Writing comments on blogs whether they are on paper or online, is a lesson in and of itself.  The goal is to have students write thoughtful, appropriate comments to one another that stay on topic.  Because comments are so important to a blog, the students and I talked a lot about comments before going off to read posts and write some.

Before the lesson, I had asked a couple of students to read another’s post and write a comment on a sticky to attach to the blog.  When I got the class together, I read a student’s post to the class and the comment that was made.  The comment was, “Great post!”  I asked the students if they thought that was a good comment and they all smiled and nodded yes.  I looked at them, smiled and shook my head.  “Actually, it’s not a good comment because it really doesn’t say much.”  Once I said that, my students agreed.  I asked them to talk to their elbow buddies about what would make it a good comment and after a minute or two, we started to write down and discuss a brainstorm of what would make a good comment.

Our list started with, “Be nice!”  I emphasized this throughout our conversation.  Being nice is the number one rule to follow whether you are agreeing, challenging or criticizing something someone said.  You always want to be kind.

Once we finished our list, I sent my students off to our physical internet full of posts (AKA the side reading table) and allowed them to bring posts back to their desks one at a time, read them, write a comment on a sticky note and return it to the table.  This went on for a while.  The kids loved checking back with their own posts and commenting back.  The only last thing I said to the students was that I wanted every post to have at least 2-3 comments on it.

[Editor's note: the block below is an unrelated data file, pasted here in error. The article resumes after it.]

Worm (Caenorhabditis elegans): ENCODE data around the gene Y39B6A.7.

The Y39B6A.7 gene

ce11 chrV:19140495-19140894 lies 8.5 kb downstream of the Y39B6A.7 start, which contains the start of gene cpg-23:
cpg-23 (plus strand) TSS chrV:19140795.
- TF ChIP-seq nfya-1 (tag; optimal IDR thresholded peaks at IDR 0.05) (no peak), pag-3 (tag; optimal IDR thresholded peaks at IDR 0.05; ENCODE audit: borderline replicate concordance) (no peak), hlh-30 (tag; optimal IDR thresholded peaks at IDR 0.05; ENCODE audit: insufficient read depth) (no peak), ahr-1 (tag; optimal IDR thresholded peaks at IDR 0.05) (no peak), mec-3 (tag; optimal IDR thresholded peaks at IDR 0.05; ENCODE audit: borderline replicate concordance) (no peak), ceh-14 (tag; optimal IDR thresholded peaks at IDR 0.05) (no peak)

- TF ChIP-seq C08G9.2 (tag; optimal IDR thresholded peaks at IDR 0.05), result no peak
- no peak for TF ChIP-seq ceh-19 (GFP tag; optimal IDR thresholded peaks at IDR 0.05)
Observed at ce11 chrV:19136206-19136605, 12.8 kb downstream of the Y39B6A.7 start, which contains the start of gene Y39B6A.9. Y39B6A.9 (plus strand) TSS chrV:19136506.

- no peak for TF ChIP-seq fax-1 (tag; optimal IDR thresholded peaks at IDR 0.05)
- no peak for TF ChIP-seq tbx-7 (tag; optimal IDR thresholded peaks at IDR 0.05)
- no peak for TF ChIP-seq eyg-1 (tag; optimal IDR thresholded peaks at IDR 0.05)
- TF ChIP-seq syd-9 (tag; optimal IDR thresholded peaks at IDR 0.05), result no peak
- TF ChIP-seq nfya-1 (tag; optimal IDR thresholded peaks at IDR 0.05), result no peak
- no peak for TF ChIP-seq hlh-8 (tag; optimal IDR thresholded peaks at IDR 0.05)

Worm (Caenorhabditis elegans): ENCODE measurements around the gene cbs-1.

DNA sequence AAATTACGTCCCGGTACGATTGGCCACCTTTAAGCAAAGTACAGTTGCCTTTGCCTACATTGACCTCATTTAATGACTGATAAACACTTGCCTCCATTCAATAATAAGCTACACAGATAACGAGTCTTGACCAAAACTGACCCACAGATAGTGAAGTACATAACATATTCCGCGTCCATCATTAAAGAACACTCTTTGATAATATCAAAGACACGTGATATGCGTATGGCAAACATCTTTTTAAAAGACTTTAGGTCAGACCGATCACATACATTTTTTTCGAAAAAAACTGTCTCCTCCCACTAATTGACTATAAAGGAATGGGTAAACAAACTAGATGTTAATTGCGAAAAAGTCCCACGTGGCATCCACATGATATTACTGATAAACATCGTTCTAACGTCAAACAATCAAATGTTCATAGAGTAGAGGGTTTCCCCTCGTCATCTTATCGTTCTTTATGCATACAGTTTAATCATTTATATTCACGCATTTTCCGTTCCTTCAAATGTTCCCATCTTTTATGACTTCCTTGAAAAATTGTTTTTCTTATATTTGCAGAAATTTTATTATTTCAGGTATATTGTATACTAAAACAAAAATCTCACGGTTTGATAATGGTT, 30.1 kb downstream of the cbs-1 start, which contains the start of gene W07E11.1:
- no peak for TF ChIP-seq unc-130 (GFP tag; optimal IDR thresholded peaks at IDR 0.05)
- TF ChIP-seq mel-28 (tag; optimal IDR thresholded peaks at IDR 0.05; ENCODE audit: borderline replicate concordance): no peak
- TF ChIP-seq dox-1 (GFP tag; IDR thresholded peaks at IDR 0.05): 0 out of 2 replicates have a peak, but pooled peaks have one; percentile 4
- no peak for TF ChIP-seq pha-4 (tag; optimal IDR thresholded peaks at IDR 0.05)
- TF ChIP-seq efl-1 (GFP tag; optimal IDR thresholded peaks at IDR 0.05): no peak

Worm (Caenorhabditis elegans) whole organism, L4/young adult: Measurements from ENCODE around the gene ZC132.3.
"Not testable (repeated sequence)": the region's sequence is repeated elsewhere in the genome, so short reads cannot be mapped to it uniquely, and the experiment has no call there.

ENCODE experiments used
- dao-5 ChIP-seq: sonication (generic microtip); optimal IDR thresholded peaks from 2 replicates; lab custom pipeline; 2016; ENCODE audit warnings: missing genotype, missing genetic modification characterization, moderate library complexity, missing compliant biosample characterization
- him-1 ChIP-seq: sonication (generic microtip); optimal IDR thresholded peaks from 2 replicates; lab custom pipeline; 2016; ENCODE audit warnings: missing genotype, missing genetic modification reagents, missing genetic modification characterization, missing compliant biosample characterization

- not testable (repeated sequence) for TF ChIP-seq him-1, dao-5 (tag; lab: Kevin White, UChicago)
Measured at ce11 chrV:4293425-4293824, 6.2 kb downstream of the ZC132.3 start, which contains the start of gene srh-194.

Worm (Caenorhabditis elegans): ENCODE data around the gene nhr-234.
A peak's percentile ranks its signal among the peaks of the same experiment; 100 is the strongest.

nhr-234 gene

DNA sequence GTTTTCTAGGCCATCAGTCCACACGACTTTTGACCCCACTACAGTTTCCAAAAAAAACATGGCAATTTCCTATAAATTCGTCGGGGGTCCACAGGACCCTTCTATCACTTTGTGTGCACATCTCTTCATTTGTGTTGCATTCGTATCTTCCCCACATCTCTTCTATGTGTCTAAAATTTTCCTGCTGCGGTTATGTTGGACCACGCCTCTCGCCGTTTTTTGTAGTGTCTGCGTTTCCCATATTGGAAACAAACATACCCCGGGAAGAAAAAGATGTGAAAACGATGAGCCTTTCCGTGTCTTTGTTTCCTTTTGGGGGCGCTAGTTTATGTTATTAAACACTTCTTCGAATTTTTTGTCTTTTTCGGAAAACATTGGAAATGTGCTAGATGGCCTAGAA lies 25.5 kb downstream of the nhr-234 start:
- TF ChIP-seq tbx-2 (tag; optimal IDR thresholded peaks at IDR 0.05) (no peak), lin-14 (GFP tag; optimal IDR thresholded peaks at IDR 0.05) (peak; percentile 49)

Everyone was great during this whole experience.  The students were positive, energized and were commenting on all kinds of posts (even ones from peers they normally don’t interact with).  It was a great thing to witness!

Once the comments were all done, I checked them all over and then posted them on the wall for all to see and read.

The Benefits of Paper Blogging First – Paper blogging seemed to do a couple things for my students:

  1. It got them excited.  I’ve never seen my students so motivated to do a writing assignment!  Putting this new spin (blogging) on and age old concept (writing) was like a magic formula for most of my kids.
  2. It got them prepared.  Through the paper blogs, we were able to go over relevant vocabulary, and get some hands on experience with what blogging is and what it can do for us as learners before moving to the real gig.

Where to go from here – Safety first!  Going online is a big step and we need to make sure of many things: the principal and superintendent is on board, the parents give permission and the students are careful online.  In my next post, I’ll discuss some of these things as well as how I introduced my students to their live blogs using Kidblog.org.

~EMP

Here are the other posts about student blogging:

Have you started blogging with your students?  Please let how you started the process!